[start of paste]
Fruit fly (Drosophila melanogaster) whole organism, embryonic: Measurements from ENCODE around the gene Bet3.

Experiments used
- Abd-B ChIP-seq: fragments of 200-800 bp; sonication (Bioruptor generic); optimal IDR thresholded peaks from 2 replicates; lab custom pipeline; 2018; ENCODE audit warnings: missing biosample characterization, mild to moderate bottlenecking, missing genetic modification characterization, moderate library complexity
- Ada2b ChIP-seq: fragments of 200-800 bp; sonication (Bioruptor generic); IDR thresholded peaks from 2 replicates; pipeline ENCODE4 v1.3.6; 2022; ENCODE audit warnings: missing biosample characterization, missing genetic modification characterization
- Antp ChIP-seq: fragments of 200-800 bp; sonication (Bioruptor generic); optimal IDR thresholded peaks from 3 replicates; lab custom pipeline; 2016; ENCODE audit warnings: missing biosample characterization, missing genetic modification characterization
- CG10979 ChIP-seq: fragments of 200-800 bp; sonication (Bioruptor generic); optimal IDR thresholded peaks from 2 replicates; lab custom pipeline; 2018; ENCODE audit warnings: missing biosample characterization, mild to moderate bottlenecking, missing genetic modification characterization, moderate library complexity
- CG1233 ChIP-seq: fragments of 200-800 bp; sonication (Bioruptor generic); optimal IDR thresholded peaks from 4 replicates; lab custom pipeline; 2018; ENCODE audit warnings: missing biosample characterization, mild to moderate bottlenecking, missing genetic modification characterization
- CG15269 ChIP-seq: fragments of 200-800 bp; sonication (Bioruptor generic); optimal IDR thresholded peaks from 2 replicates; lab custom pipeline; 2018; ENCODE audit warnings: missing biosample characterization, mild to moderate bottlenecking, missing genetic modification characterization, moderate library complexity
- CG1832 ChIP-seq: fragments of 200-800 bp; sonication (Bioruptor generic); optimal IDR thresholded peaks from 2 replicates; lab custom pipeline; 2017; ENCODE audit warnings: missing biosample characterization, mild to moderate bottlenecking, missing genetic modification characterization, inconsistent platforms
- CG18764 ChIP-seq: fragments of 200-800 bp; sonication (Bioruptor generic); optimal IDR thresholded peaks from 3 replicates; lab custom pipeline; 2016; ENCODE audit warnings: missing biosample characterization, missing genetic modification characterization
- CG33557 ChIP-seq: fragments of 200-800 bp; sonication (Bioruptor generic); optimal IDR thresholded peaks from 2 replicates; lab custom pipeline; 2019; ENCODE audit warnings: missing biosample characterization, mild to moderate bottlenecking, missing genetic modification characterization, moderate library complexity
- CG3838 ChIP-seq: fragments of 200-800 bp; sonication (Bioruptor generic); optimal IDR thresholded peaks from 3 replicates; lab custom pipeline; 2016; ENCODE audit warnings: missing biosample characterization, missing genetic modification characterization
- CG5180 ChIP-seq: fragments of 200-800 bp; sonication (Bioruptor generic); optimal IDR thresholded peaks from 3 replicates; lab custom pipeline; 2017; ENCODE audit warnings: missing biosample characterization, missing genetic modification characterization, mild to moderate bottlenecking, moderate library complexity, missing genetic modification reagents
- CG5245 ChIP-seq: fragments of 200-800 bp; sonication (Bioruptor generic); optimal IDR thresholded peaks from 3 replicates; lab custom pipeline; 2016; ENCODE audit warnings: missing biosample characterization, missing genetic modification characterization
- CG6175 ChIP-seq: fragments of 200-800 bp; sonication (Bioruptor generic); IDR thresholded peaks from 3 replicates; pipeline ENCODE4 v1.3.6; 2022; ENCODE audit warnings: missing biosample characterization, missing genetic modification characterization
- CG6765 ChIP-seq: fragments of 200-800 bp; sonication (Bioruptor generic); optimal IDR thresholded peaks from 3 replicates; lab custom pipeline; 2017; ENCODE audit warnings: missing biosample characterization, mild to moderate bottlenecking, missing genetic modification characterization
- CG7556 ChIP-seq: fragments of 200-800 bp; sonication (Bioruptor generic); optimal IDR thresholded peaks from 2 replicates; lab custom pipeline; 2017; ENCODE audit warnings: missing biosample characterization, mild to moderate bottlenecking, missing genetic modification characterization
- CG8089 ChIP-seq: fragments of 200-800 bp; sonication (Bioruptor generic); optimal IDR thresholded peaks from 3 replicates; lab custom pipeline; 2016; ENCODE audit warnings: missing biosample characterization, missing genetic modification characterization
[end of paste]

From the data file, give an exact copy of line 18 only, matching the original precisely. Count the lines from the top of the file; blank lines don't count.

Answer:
- CG8089 ChIP-seq: fragments of 200-800 bp; sonication (Bioruptor generic); optimal IDR thresholded peaks from 3 replicates; lab custom pipeline; 2016; ENCODE audit warnings: missing biosample characterization, missing genetic modification characterization